Ron Staples began his outstanding baseball career on the baseball fields of Presque Isle. He starred for Presque Isle High School, Ray Goding Post Junior Legion, Colby College and the Presque Isle Indians. Ron was able to attain his baseball goals like any good athlete by demonstrating hard work and a keen interest in baseball. In high school Staples played right field as a freshman but he liked catching more than anything else. He constantly always tried to improve his hitting. His sophomore year in high school he smashed two records, he hit ten homers in 16 games and drove in 38 runs with a .369 batting average. His junior year he hit .307 with 13 runs batted in to help the Wildcats win the league and to the Eastern Maine Championship game which they lost to Stearns 4-3. His senior year in 1954 he hit a robust .440. These feats brought him into the spotlight of eastern Maine baseball as one of its up and coming stars.
After his sophomore season in high school and at the age of 16, he played two summers under Freddy Harlow who was manager of the Presque Isle Indians. In his second year with the Indians he received plenty of game time in the second half of the season and it was his hitting spurt that paced the Indians to their Maine – New Brunswick League play-off championship in 1953. Major league scouts who watched Staples play in the Maine-New Brunswick League all agreed the he was a definite prospect. Staples was also a pretty good track athlete, in the spring of 1954 at the state track meet he won the discus event and finished third in the javelin.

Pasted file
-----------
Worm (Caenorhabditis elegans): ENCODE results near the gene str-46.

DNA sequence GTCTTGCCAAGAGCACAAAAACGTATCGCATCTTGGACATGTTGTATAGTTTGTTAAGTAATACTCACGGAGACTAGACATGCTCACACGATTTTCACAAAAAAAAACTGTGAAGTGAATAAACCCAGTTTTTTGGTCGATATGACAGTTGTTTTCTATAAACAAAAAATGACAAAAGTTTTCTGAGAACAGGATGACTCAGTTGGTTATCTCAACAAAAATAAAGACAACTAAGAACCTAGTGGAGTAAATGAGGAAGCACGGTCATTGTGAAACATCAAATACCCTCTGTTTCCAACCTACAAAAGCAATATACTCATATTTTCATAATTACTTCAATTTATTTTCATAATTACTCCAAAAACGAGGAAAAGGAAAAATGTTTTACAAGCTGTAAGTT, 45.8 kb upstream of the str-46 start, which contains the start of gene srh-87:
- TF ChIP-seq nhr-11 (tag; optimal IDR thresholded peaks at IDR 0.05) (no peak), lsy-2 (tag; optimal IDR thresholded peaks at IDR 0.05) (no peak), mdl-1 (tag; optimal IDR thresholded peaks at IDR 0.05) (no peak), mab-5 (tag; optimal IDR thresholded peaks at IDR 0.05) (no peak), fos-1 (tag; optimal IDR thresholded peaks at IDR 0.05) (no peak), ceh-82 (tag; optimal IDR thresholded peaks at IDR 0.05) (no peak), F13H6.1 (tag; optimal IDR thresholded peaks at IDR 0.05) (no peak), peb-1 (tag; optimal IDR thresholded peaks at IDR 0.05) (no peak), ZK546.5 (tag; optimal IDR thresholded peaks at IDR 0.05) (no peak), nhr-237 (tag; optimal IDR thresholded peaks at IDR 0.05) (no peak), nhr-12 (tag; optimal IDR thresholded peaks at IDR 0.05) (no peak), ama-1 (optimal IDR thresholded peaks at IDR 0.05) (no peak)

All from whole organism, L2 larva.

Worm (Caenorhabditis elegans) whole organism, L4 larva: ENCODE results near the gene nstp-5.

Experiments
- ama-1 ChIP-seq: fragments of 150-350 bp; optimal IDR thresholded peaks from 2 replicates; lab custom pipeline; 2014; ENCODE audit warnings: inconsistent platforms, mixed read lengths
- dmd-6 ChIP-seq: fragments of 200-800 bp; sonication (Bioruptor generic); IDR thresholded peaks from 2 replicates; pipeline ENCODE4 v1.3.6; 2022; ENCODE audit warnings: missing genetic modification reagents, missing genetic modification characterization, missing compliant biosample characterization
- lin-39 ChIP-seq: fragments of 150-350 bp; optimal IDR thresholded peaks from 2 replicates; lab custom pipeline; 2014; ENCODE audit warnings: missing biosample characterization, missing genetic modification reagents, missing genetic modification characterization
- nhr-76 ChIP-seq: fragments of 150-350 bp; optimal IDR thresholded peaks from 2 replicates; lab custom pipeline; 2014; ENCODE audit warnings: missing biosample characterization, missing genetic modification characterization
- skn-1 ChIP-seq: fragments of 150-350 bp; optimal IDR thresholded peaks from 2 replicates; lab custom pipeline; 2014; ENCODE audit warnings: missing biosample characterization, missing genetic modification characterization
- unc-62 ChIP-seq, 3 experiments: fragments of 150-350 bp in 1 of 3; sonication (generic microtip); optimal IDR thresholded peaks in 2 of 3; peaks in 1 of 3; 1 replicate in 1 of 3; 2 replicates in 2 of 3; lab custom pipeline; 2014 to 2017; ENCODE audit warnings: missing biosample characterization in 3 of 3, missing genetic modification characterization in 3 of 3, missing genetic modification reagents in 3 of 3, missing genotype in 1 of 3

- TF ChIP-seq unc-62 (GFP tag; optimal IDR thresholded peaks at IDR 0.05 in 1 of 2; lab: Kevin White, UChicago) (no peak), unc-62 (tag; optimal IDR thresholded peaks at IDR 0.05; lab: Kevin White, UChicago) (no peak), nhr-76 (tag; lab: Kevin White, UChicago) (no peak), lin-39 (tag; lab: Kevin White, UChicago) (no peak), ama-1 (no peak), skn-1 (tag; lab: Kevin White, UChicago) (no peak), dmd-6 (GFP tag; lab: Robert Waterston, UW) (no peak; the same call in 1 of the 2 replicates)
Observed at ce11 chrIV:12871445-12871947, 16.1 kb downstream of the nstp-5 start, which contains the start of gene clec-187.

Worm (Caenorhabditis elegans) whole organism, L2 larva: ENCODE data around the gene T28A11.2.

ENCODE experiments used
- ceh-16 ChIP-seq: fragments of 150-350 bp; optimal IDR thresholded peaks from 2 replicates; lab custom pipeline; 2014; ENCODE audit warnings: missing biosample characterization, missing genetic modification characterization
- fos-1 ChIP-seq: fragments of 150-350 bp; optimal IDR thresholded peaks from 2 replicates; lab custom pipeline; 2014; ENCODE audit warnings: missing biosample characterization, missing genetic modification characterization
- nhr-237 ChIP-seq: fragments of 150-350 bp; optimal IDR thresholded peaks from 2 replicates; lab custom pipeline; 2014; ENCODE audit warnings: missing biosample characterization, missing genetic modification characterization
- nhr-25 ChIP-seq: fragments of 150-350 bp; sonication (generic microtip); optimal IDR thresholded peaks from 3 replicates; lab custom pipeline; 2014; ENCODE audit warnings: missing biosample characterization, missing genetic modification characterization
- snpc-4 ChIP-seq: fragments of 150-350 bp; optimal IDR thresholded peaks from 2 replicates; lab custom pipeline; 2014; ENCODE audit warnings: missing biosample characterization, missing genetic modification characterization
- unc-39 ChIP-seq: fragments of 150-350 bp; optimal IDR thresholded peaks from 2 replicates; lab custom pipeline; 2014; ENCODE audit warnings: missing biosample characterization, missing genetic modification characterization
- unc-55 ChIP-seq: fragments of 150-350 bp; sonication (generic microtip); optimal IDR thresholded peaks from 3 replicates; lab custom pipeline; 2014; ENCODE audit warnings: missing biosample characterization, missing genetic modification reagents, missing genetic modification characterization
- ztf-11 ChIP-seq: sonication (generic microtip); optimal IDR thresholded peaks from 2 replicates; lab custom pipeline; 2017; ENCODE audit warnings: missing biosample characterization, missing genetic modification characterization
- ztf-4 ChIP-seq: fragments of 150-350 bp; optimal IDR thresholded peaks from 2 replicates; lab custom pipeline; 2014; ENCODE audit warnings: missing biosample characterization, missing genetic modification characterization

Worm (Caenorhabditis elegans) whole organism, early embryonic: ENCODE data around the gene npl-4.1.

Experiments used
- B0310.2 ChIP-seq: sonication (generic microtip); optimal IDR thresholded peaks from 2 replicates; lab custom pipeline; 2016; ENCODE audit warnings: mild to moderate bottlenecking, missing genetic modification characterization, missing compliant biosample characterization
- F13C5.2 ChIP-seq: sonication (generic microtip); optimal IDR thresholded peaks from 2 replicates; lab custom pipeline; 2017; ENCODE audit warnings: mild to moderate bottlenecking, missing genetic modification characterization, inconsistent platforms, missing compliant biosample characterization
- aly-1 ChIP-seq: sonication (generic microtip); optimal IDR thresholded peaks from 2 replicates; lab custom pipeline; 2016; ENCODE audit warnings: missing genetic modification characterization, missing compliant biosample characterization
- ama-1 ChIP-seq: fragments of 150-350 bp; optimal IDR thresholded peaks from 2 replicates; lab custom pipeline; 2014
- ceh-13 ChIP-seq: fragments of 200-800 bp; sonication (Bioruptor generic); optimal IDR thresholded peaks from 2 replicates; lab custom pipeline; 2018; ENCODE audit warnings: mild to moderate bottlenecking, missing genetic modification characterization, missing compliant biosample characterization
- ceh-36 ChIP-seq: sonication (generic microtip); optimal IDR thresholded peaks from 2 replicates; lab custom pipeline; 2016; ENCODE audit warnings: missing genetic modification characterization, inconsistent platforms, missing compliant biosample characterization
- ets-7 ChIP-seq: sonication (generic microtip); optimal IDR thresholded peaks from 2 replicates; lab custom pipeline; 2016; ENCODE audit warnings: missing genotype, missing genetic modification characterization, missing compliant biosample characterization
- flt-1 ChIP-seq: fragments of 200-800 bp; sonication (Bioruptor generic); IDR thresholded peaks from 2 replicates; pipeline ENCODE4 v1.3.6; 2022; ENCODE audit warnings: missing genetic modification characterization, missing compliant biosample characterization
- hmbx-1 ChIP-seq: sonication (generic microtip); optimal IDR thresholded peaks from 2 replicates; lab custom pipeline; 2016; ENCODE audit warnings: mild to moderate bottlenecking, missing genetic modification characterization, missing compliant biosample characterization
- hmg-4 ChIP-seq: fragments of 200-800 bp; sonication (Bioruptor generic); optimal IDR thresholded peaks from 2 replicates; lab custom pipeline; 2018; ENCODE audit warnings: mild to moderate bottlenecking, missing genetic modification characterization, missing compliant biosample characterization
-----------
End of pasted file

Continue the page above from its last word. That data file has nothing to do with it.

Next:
Upon graduating form Presque Isle High School in 1954 he attended Colby College where he played baseball for three years. He was a back-up catcher his freshman year at Colby, however during the summer of 1955 he finally started catching regularly for the Indians, he caught two-thirds of their games and hit for a .315 average with two home-runs and 19 rbi and at the same time displayed his strong throwing arm and powerful bat. Ron was selected the Maine-New Brunswick League all-star catcher and was easily the most improved player. The improvement paid off his sophomore year (1956) at Colby becoming the starting catcher. Coach John Winkin started him the opening game of the season and remained the number one catcher. He was drawing praise as the catcher for the red hot Colby mules. He belted four homeruns early in the season, one versus the UConn Huskies, the first to be hit in the Huskies Park in three years. Colby defeated the Huskies 9-5. Colby was eventually seated number one team in the New England NCAA play-offs and Staples concluded the season with a .338 average.
The Presque Isle Indians were looking forward to having Staples in their line-up for the summer of 1956 and made him an attractive offer. However he honored a previous commitment to play for the Kentville Wildcats team in Nova Scotia.
Ron returned to Colby for his junior year.